Media related to The Red Fairy Book at Wikimedia Commons Contains 153 poems by great British and American poets. In his Preface to this volume, Lang expressed the view that it would be "probably the last" of the collection, their continuing popularity, demanded subsequent collections. In The Green Fairy Book, the third in the series, Lang has assembled stories from Spanish and Chinese traditions. Media related to Green Fairy Book at Wikimedia Commons Contains twenty-four true stories drawn from European history. Media related to The true story book at Wikimedia Commons Its initial printing was 15,000 copies; the Yellow Fairy Book is a collection of tales from all over the world. It features many tales from Hans Christian Andersen. Media related to The yellow fairy book at Wikimedia Commons Contains thirty true stories drawn from European history. Includes the life of Joan of Arc and the Jacobite uprising of 1745
A food chain is a linear network of links in a food web starting from producer organisms and ending at apex predator species, detritivores, or decomposer species. A food chain shows how the organisms are related with each other by the food they eat; each level of a food chain represents a different trophic level. A food chain differs from a food web, because the complex network of different animals' feeding relations are aggregated and the chain only follows a direct, linear pathway of one animal at a time. Natural interconnections between food chains make it a food web. A common metric used to the quantify food web trophic structure is food chain length. In its simplest form, the length of a chain is the number of links between a trophic consumer and the base of the web and the mean chain length of an entire web is the arithmetic average of the lengths of all chains in a food web. Food chains were first introduced by the Arab scientist and philosopher Al-Jahiz in the 9th century and popularized in a book published in 1927 by Charles Elton, which introduced the food web concept.
The food chain's length is a continuous variable that provides a measure of the passage of energy and an index of ecological structure that increases in value counting progressively through the linkages in a linear fashion from the lowest to the highest trophic levels. Food chains are used in ecological modeling, they are simplified abstractions of real food webs, but complex in their dynamics and mathematical implications. Ecologists have formulated and tested hypotheses regarding the nature of ecological patterns associated with food chain length, such as increasing length increasing with ecosystem size, reduction of energy at each successive level, or the proposition that long food chain lengths are unstable. Food chain studies have an important role in ecotoxicology studies tracing the pathways and biomagnification of environmental contaminants. Producers, such as plants, are organisms. All food chains must start with a producer. In the deep sea, food chains centered on hydrothermal vents and cold seeps exist in the absence of sunlight.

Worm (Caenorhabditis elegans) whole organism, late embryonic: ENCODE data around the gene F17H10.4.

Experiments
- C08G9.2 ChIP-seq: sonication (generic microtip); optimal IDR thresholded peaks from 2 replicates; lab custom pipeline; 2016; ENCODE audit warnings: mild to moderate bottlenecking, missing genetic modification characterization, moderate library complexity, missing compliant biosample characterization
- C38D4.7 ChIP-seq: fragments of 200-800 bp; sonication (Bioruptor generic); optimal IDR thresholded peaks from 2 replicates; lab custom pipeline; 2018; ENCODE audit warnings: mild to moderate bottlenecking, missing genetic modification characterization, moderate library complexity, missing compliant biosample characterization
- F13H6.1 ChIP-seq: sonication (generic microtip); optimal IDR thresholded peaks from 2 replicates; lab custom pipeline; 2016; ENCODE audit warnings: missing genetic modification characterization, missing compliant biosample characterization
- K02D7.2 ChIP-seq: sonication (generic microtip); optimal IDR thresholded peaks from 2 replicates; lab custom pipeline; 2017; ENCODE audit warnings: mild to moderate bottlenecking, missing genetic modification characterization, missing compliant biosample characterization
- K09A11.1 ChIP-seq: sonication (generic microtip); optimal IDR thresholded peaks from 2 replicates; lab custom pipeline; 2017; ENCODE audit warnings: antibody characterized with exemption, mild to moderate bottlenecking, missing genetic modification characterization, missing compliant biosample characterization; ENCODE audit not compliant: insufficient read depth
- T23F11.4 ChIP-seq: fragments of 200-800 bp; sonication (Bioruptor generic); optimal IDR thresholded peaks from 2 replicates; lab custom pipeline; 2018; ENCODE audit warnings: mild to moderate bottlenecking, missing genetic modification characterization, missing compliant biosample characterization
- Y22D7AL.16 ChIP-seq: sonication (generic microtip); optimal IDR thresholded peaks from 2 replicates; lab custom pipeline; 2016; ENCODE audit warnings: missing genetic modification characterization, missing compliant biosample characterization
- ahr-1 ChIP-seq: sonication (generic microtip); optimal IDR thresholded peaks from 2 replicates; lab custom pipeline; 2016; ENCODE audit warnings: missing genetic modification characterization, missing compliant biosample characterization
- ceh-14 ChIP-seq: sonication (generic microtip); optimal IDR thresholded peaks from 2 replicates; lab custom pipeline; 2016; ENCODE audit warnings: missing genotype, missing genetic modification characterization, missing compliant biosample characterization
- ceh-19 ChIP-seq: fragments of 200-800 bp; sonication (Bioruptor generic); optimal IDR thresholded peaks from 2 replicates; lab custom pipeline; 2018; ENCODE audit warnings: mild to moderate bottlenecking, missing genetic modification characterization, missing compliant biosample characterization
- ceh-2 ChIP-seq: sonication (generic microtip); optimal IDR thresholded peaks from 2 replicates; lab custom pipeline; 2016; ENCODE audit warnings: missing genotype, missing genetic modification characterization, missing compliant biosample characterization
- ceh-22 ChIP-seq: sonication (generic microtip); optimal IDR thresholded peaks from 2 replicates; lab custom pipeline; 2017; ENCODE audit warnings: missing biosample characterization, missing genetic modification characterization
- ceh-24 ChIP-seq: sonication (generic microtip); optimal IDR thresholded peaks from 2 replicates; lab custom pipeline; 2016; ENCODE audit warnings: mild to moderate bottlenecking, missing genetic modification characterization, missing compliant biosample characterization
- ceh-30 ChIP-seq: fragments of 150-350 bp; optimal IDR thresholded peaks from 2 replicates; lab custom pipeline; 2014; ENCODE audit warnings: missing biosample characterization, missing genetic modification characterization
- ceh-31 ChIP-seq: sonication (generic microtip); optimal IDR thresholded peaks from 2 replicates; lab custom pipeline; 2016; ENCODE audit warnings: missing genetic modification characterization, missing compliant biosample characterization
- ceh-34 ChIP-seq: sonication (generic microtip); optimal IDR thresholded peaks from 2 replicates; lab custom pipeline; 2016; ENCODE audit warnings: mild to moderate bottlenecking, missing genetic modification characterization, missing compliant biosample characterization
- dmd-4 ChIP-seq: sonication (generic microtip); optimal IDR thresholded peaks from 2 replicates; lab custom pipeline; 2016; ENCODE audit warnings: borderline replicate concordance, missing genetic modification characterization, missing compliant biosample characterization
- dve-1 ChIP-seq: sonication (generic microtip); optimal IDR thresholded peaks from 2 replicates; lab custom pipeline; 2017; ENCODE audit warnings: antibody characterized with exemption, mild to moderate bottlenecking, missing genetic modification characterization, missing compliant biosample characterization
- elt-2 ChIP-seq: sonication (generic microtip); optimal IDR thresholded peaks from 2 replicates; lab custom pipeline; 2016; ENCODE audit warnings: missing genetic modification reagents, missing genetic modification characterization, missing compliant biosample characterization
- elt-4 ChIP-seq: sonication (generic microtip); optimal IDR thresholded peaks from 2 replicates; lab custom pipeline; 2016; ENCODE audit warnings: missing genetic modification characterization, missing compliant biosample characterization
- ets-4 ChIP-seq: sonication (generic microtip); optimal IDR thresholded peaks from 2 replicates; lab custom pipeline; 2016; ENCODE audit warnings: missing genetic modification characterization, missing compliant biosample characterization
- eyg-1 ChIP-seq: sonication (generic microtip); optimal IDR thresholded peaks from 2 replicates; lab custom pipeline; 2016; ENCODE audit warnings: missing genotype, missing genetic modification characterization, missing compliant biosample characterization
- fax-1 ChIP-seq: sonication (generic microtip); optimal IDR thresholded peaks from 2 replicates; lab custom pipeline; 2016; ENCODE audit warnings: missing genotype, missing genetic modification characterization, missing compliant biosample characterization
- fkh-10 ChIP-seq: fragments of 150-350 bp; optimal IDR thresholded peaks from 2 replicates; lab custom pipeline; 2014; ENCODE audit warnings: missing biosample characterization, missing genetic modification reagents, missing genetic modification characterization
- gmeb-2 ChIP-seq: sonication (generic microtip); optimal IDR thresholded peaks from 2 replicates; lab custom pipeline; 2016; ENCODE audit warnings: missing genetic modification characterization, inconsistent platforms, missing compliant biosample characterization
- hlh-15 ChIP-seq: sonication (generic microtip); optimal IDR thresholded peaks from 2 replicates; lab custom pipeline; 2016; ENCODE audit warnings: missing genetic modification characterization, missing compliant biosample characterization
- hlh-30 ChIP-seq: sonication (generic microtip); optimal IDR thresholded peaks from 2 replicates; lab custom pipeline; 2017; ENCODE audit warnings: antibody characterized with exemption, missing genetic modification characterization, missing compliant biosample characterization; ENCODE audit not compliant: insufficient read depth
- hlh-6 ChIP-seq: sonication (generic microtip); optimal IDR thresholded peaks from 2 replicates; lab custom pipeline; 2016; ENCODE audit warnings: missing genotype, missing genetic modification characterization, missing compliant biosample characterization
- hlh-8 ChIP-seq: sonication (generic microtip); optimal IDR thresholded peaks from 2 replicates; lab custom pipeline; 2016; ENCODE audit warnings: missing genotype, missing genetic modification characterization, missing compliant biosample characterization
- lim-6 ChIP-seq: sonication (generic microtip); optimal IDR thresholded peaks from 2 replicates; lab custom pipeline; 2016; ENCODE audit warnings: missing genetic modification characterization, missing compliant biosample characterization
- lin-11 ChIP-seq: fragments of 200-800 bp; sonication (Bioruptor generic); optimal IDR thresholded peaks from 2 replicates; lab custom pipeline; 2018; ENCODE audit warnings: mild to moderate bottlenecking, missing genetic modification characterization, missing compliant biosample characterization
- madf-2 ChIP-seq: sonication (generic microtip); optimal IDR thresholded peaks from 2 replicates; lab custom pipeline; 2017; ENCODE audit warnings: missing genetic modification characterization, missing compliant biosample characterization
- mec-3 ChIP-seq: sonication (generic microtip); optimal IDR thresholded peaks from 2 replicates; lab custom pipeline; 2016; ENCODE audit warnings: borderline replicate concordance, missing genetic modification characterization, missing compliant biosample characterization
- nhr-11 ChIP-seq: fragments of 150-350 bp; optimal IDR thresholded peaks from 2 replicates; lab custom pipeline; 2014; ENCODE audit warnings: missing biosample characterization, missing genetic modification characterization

Chemosynthetic bacteria and archaea use hydrogen sulfide and methane from hydrothermal vents and cold seeps as an energy source to produce carbohydrates. Consumers are organisms. All organisms in a food chain, except the first organism, are consumers. In a food chain, there is reliable energy transfer through each stage. However, all the energy at one stage of the chain is not absorbed by the organism at the next stage; the amount of energy from one stage to another decreases. Heterotroph Lithotroph Trophic pyramid Predator-prey interaction
China the People's Republic of China, is a country in East Asia and the world's most populous country, with a population of around 1.404 billion. Covering 9,600,000 square kilometers, it is the third- or fourth-largest country by total area. Governed by the Communist Party of China, the state exercises jurisdiction over 22 provinces, five autonomous regions, four direct-controlled municipalities, the special administrative regions of Hong Kong and Macau. China emerged as one of the world's earliest civilizations, in the fertile basin of the Yellow River in the North China Plain. For millennia, China's political system was based on hereditary monarchies, or dynasties, beginning with the semi-legendary Xia dynasty in 21st century BCE. Since China has expanded, re-unified numerous times. In the 3rd century BCE, the Qin established the first Chinese empire; the succeeding Han dynasty, which ruled from 206 BC until 220 AD, saw some of the most advanced technology at that time, including papermaking and the compass, along with agricultural and medical improvements.